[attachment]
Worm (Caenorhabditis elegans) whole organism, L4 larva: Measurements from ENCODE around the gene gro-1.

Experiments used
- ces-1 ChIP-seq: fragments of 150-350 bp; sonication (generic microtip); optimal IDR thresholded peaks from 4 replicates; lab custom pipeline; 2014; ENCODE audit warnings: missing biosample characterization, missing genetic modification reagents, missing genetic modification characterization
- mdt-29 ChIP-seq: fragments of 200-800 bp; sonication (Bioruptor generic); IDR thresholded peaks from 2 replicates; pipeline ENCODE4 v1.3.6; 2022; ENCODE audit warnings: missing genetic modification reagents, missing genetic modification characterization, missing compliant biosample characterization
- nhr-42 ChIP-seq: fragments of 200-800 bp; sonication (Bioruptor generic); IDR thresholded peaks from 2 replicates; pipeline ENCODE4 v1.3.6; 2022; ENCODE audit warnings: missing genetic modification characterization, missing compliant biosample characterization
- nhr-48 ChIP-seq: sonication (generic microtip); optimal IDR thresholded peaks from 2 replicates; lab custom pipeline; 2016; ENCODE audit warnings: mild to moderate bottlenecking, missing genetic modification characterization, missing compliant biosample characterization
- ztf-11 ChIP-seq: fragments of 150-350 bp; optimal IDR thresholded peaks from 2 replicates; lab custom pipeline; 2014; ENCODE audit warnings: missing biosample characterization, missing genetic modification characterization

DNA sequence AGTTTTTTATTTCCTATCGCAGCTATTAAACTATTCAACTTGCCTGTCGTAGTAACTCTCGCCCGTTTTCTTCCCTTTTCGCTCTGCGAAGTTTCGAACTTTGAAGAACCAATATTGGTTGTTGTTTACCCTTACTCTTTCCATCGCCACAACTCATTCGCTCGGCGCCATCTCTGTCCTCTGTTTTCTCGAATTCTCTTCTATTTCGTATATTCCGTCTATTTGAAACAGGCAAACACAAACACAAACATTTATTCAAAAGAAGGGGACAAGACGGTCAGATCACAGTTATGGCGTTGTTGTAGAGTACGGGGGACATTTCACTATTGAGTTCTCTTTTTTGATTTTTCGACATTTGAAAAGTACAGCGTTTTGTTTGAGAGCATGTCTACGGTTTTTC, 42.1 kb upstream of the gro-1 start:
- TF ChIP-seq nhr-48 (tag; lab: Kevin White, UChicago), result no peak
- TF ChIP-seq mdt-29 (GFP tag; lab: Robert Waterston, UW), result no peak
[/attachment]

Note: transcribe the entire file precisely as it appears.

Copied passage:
Worm (Caenorhabditis elegans) whole organism, L4 larva: Measurements from ENCODE around the gene gro-1.

Experiments used
- ces-1 ChIP-seq: fragments of 150-350 bp; sonication (generic microtip); optimal IDR thresholded peaks from 4 replicates; lab custom pipeline; 2014; ENCODE audit warnings: missing biosample characterization, missing genetic modification reagents, missing genetic modification characterization
- mdt-29 ChIP-seq: fragments of 200-800 bp; sonication (Bioruptor generic); IDR thresholded peaks from 2 replicates; pipeline ENCODE4 v1.3.6; 2022; ENCODE audit warnings: missing genetic modification reagents, missing genetic modification characterization, missing compliant biosample characterization
- nhr-42 ChIP-seq: fragments of 200-800 bp; sonication (Bioruptor generic); IDR thresholded peaks from 2 replicates; pipeline ENCODE4 v1.3.6; 2022; ENCODE audit warnings: missing genetic modification characterization, missing compliant biosample characterization
- nhr-48 ChIP-seq: sonication (generic microtip); optimal IDR thresholded peaks from 2 replicates; lab custom pipeline; 2016; ENCODE audit warnings: mild to moderate bottlenecking, missing genetic modification characterization, missing compliant biosample characterization
- ztf-11 ChIP-seq: fragments of 150-350 bp; optimal IDR thresholded peaks from 2 replicates; lab custom pipeline; 2014; ENCODE audit warnings: missing biosample characterization, missing genetic modification characterization

DNA sequence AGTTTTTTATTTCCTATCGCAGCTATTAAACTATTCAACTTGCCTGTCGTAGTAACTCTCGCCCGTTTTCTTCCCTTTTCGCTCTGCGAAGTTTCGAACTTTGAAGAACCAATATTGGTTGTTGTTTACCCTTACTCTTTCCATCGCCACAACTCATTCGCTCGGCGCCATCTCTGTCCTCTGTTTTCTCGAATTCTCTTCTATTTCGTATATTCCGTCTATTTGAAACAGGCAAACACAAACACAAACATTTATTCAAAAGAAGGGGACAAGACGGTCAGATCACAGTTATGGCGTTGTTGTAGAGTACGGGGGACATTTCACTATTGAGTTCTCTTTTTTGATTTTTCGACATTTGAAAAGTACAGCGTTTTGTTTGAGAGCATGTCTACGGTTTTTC, 42.1 kb upstream of the gro-1 start:
- TF ChIP-seq nhr-48 (tag; lab: Kevin White, UChicago), result no peak
- TF ChIP-seq mdt-29 (GFP tag; lab: Robert Waterston, UW), result no peak